Mary Shelley’s Frankenstein; or, The Modern Prometheus reached a rather big milestone in early 2018, with many hailing it as the first science fiction novel to reach the big two-oh-oh. As we reflect on two hundred years of sci-fi literature, it is perhaps out of the everyday reader’s usual remit to consider how science fiction actually developed and established as a genre. Join us as we take a plunge into the deep, dark (okay, not that dark) history of the ultimate nerd culture genre.
This ongoing series is going to explore how the genre we know and love today came about. Like all good stories, we ought to start at the beginning. However, the ‘beginning’ of science fiction, as it happens, is a rather subjective term. To find the true starting point of sci-fi, we need to understand what is meant by ‘science fiction’ – a term that does not necessarily mean ‘fiction about science’. We can’t, therefore, just think of sci-fi as being based around scientific advancement, like in HG Wells’ The Time Machine or alien life in The Hitchhiker’s Guide To The Galaxy by Douglas Adams.
The Hitchhiker’s Guide To The Galaxy (2005)
A good place to start with definitions is a dictionary, for obvious reasons. The oracle, commonly known as ‘Google’, uses the definition from the Oxford English Dictionary (OED) and so defines the genre as follows:
“Fiction based on imagined future scientific or technological advances and major social or environmental changes, frequently portraying space or time travel and life on other planets.”
Case closed, right? This seems like a decent definition at first glance. However, it does include some pretty ‘big’ and broad subjects. This is where the difficulty of defining a genre comes into play. The name suggests that by its very nature, science fiction relies on the existence of ‘science’ as a concept. Using my main man again, the OED, ‘science’ can be defined as:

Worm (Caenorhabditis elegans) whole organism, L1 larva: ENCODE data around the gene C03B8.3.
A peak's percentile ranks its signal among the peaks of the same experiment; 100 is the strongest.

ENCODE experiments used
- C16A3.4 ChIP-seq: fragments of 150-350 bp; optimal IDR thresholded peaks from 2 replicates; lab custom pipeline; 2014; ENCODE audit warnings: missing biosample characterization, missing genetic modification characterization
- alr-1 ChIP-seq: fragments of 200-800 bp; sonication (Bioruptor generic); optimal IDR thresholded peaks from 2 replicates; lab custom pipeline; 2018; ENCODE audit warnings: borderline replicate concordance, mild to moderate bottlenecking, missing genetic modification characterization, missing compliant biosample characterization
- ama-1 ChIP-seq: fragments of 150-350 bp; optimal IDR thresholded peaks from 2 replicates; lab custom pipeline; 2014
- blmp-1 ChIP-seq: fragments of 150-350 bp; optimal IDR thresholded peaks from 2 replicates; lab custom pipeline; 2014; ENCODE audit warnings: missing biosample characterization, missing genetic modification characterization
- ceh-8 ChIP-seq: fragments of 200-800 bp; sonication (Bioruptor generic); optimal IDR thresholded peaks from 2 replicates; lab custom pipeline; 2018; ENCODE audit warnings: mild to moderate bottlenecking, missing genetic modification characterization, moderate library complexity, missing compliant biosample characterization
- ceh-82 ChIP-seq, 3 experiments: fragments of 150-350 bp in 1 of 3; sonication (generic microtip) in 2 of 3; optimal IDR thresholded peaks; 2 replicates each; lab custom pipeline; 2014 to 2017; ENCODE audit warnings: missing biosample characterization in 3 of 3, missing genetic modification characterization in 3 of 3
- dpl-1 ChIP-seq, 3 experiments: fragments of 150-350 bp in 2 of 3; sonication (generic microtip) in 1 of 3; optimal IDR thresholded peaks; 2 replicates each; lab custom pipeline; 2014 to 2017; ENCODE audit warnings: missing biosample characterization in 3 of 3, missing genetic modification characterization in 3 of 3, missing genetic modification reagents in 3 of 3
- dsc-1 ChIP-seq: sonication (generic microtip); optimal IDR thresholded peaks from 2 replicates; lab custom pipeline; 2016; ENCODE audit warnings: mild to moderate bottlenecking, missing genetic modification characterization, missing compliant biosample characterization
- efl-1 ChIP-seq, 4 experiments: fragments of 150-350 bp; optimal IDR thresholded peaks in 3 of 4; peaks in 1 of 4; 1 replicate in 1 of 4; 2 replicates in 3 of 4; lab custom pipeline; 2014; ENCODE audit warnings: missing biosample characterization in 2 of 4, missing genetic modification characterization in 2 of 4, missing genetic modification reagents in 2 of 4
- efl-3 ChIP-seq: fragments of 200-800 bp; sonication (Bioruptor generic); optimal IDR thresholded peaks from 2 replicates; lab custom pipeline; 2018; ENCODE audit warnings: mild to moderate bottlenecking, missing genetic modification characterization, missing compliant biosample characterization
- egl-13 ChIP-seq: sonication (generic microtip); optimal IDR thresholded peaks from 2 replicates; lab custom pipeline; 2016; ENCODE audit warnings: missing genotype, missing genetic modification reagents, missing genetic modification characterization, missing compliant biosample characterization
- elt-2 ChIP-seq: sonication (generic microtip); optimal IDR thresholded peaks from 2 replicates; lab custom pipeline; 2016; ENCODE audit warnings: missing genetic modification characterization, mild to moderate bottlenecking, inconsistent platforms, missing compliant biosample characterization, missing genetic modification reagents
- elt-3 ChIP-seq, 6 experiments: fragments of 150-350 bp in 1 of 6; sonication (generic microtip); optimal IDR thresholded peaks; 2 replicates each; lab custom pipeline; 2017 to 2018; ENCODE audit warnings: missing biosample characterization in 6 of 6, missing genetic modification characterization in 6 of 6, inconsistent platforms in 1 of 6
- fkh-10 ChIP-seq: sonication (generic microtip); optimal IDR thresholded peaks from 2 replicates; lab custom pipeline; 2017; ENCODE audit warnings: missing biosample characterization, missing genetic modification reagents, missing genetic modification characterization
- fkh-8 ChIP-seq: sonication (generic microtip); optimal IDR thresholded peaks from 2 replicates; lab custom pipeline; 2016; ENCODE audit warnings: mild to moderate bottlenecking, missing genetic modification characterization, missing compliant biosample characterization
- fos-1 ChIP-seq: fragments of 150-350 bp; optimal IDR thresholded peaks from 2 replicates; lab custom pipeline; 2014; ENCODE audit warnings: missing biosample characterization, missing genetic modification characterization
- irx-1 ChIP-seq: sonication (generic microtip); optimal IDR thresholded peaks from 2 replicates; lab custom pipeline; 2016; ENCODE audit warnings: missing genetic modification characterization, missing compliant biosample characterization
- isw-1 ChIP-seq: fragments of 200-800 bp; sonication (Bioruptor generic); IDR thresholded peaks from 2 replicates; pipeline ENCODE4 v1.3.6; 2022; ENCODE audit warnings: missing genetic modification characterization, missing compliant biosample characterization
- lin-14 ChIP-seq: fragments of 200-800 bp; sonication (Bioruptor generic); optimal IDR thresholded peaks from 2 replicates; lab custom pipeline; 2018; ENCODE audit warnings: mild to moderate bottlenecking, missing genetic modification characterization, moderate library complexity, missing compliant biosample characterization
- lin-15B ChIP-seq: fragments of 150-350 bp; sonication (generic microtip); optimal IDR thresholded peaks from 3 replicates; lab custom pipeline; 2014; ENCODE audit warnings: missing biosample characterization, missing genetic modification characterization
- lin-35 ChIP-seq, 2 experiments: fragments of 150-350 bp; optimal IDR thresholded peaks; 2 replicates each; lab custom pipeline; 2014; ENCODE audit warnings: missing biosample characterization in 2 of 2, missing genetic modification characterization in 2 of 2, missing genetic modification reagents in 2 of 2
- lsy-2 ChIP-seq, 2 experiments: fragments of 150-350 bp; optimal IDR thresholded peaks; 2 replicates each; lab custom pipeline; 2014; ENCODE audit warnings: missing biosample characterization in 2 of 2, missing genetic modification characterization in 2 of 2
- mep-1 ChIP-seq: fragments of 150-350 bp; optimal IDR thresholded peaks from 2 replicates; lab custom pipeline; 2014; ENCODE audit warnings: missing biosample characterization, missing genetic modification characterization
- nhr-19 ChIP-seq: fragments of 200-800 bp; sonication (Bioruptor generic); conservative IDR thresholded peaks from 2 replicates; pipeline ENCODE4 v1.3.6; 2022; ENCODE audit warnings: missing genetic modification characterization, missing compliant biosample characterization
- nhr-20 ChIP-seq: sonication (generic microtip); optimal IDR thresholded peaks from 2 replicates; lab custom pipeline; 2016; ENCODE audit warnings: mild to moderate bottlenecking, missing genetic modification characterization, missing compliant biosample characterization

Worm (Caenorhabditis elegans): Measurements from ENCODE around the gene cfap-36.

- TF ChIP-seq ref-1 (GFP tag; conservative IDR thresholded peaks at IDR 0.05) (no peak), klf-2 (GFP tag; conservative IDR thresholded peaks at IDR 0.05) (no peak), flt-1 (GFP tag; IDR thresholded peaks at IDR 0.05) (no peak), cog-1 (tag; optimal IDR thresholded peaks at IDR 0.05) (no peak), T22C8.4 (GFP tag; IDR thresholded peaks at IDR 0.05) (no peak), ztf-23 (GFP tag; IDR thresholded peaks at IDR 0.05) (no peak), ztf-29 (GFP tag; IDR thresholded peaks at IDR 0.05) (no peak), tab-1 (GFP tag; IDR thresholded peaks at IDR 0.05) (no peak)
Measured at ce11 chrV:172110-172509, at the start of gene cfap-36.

“The intellectual and practical activity encompassing the systematic study of the structure and behaviour of the physical and natural world through observation and experiment.”
Again, that’s quite a broad and vague definition. And, if you consider the term ‘science’ on a colloquial level, it doesn’t take long to come to the conclusion that pretty much anything can be considered a ‘science’.
When I was thinking about this aspect of science fiction, I toyed with going into the origin of the term ‘science’ itself and its usage in people’s lexis. However, examining the root of the English word ‘science’ feels redundant for a concept that transcends culture and language. But wait – the existence of science does not necessarily rely on the existence of the term ‘science’. Therefore, science fiction may, in some respects, predate science itself. Now THAT has the making of a damn good sci-fi story! Are you still with me?
Ultimately, despite being tricky to formulate into an exact definition, we do have a pretty good grasp of what science fiction is. It seems simple enough. Despite the various changes it has gone through (like the shift towards marketing it to a young adult audience and the rise of dystopian tropes in the 21st Century), it’s not too difficult to understand what the genre is all about when someone mentions sci-fi. Whether we’re talking Jules Verne or Suzanne Collins, science fiction seems pretty easy to pinpoint.